November 20th 2004


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Articles from this issue:

EDITORIAL: George W. Bush's new direction

CANBERRA OBSERVED: Latham in denial over election loss

EDUCATION: Dr Nelson's new inquiry into school literacy

ESPIONAGE: Did a Soviet spy penetrate ASIO?

SECRET SERVICE: Lest we forget - a life in the shadows

STRAWS IN THE WIND: Old Moore's Almanac / Twilight of the false gods / Abortions, holocausts, and death-wishes

OPINION: Memo, Mark Latham: It's the family, stupid!

ABORTION: Speaking up for the unborn

CLIMATE: Global warming bombshell - hockey-stick plot used modified data

Why we must decentralise now (letter)

Errors about AQIS (letter)

Iraq war (letter)

Bush's Iraq war 'unlawful and immoral' (letter)

US Elections and abortion (letter)

No mandate for Howard Government (letter)

Left's hypocrisy (letter)

Standing for the DLP (letter)

BOOKS: HOW TO KILL A COUNTRY: Australia's Devastating Trade Deal with the United States

BOOKS: GETTING ON TRACK: A Business Plan for Australia

BOOKS: THE PYJAMA GIRL MYSTERY, by Richard Evans

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BOOKS:
GETTING ON TRACK: A Business Plan for Australia


by John Ballantyne

News Weekly, November 20, 2004
Bold vision for rebuilding Australian economy

GETTING ON TRACK: A Business Plan for Australia
By Ken Aldred, Ernest Rodeck AM, Patrick J. Byrne and Martin Feil

The Society for Australian Industry and Employment
Available from News Weekly Books, RRP: $19.95

Getting on Track spells out an exciting vision of what we as a country could achieve economically if we put our minds to it.

It is non-technical and easy to read, yet it is a substantial contribution to public debate because it looks far beyond anything our major political parties are prepared to contemplate.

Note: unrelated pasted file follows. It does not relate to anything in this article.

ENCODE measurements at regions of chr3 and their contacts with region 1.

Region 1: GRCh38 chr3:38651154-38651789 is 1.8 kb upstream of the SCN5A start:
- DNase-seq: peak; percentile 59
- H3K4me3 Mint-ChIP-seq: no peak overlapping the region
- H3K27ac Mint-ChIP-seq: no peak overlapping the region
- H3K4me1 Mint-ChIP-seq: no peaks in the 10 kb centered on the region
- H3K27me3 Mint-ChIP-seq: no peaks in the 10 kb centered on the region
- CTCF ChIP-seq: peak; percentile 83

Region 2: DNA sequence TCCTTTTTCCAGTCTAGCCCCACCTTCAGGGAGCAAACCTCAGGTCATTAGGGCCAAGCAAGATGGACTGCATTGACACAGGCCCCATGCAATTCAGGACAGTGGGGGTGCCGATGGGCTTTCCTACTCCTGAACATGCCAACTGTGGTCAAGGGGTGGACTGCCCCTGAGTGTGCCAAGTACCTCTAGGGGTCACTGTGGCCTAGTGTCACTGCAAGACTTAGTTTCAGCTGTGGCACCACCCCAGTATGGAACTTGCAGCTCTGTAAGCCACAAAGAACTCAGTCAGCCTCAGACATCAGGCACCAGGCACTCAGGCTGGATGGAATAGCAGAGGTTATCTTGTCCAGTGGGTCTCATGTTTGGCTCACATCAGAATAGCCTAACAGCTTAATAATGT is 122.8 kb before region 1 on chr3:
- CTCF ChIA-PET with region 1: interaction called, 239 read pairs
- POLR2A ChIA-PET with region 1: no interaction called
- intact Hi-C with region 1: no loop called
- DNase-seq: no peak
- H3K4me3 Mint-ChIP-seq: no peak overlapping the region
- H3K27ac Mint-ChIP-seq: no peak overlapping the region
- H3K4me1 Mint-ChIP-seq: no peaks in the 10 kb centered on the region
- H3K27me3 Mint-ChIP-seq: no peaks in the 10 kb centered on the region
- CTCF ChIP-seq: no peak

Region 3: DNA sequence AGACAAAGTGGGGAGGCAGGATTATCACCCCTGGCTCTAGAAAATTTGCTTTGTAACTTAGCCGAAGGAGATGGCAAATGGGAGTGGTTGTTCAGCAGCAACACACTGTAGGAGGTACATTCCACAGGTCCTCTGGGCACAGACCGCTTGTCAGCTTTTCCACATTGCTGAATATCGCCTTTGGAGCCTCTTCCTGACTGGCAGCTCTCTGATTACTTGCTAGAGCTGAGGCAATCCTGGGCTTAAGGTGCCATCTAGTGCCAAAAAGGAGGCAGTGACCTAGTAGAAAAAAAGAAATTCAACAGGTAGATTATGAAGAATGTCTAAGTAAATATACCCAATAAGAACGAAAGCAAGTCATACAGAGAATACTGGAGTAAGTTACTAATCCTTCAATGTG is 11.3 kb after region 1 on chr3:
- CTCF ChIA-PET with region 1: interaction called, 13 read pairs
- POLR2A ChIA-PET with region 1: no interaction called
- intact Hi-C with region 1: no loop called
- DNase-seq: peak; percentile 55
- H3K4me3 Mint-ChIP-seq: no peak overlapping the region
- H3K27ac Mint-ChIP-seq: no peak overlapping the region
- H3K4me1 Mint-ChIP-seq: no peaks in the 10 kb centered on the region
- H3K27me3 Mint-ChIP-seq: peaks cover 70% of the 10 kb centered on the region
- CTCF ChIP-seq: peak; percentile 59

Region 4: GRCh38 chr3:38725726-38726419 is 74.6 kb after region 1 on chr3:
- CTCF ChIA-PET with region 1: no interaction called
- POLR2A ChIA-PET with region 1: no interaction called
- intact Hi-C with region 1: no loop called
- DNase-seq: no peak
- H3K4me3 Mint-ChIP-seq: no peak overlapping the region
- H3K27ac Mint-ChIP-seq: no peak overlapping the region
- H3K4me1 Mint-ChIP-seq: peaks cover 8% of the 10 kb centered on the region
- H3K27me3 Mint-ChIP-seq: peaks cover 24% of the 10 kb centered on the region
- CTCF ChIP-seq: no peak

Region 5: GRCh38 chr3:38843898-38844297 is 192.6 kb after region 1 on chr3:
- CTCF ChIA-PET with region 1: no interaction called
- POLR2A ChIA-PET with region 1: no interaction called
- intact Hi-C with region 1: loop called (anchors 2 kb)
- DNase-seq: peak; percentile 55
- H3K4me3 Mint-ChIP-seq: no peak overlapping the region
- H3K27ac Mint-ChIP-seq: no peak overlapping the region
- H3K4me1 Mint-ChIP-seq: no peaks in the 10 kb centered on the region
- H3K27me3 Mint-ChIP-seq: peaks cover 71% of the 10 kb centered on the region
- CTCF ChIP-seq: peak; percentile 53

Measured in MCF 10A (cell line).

The book calls to account both sides of Australian politics which, together, have presided over a disastrous weakening of the Australian economy.

Prime Minister John Howard and Federal Treasurer Peter Costello may have slashed government debt and kept inflation and interest rates low, but they have neglected to tackle our declining industrial base and our vast foreign debt which is projected by the end of this year to exceed $400 billion.

Borrowing from overseas would not be problematic if the money was invested in productive enterprises; but much of it has gone into financing property speculation and ever higher levels of consumption.

How can we generate sufficient exports, not only to cover our appetite for imports, but to start paying off our foreign debt?

We have allowed our manufacturing sector to decline catastrophically. The proportion of our workforce employed in manufacturing has shrunk from 26 per cent in the early 1970s to between 11 and 12 per cent today.

According to OECD statistics, Australian manufacturing has shrunk to the proportions of Greece and Turkey.

Former managing director of Pacific Dunlop, Ernest Rodeck AM, reminds us: "If you reduce your manufactures as a share of domestic output, you are increasing the demand for manufacturing imports."

As former Federal Liberal MP, Ken Aldred, points out, part of the decline in Australia's economic competitiveness can be attributed to the decline in our investment in national infrastructure. The Institution of Engineers conservatively estimates that the deficit in Australia's inter-capital road and rail systems is $20 billion.

By not maintaining and improving our highways, railway lines, harbours, dams and irrigation, we have not "saved" money for taxpayers in the long-run, as some economic rationalists misguidedly argue. Instead, we have ensured that the problem becomes ever more expensive.

Radical alternative